edge: portion of an ecosystem or cover type near its perimeter and w/in which environmental conditions may differ from interio locations in the ecosystem; also used as a measure of the length of adjacency between cover types on a landscape.
Edge effect occurs at the border between 2 distinct patches. It can have both abiotic and biotic causes and effect, meaning that it can result from naturally occurring or man-made phenomena (road building, construction, weather – abiotic) or from the interaction between plants, animals, or microorganisms (biotic). The edge effect defines how these 2 patches interact – for instance, if a road is placed through a forest, the forest edge will be inhabited by plant species that prefer more direct sunlight (as opposed to living under the cover of forest canopy) and animal species prefer more open space or the food provided by the edge plant species. This edge is neither distinctly ‘forest’, nor is it obviously road. It inhabits a stage of in-betweeness that buffers between 2 distincly different patches.

Categories: architecture, school

Landscape Ecology Chapter 5: Quantifying Landscape…

March 27, 2005 Leave a comment

Landscape Ecology
Chapter 5: Quantifying Landscape Pattern
all quotes obtained from Landscape Ecology, Turner et al., 2001

presently, more can be quantified about landscape pattern than is understood about its ecological importance.

many analyses of landscape pattern are conducted on land use/land cover data that have been digitized and stored in GIS. aerial photography, digital remote sensing; censuses are applicable for older data (aerial photography only goes back to roughly the 1930’s, and its quality is correlated w/ age). also field mapped data for smaller landscapes. Anderson classification system: Level I = agricultural land, Level II = cropland/pasture, orchards/groves/vineyards/horticulture, confined feeding operations, other agricultural land; etc. breakdown between raster and vector based digital format. important to consider accuracy of source – age of data, extent of aerial coverage, map scale, political bounderies, resolution, positional accuracy, etc.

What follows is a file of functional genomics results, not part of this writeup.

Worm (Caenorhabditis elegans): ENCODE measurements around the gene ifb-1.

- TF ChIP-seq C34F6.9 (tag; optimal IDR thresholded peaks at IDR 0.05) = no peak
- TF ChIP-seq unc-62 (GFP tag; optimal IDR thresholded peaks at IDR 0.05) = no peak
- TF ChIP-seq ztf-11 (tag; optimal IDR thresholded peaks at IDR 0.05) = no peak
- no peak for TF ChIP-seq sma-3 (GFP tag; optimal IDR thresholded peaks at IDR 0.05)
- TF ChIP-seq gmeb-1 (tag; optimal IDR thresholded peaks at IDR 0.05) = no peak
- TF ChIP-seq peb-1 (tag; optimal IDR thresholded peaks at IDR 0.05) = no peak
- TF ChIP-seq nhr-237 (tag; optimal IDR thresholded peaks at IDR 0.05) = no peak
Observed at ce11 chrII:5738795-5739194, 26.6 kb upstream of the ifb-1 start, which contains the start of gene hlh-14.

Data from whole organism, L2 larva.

must be careful when examining and comparing data that it is relevant, and there must be a clear idea of what is being compared. danger of pseudoreplication, which occurs when comparison are made among samples that are not truly independent.

importance of proper classification scheme. one map may look entirely different if broadly categorized (non-forest, lodgepole pine, whitebark pine VS non-forest, early successional, mid successional, late successional, late successional/non-forest). depends on the question of course, and classification can start broadly with further breakdown and elaboration of detail.

scale must be clearly defined – the smaller the scale, the less detail; coarser grain size can obscure or misconstrue actual boundaries between cover types, and rare or small amounts of vegatation may not appear. ‘the grain size of the map should be two to five times smaller than the spatial features being analyzed, and map extent should be two to five times larger than the largest patches.

how to identify a patch? a patch is defined as ‘a nonlinear surface area differing in appearance from its surroundings.’ a variety of rules for defining a patch in a map, such as the 4-neighbor rule.

Categories: architecture, school

Landscape Ecology Chapter 4: Causes of Landscape P…

March 27, 2005 Leave a comment

Landscape Ecology
Chapter 4: Causes of Landscape Pattern
all quotes obtained from Landscape Ecology, Turner et al., 2001

‘broad-scale variability in the abiotic environment sets the constraints within which biotic interactions and disturbances act.’

‘Climate refers to the composite, long-term, or generally prevailing weather of a region, and climate acts as a strong control on biogeographic patterns through the distribution of energy and water.’ climate affects and determines the landform over long periods (thousands of years), while the landform may control the climate over short periods (immediate) – feedback loop. paleoecology is the study of individuals, populations, and communities of plants and animals that lived in the past and their interactions with and dynamic responses to changing environments – this helps to understand the current interaction of everything in nature and can help to predict the outcome of current interactions or future hypothetical situations.

climate varies w/ latitude and continental position. 32 degrees N coastal may have entirely different climate than 32 degrees N interior. elevation also alters temperature: low elevation coastal water temperature may be drastically different from low elevation interior water temperature, while low elevation coastal and high elevation coastal have different temperature – combination of latitude and continental position create entirely different biomes, and can create different climates locally.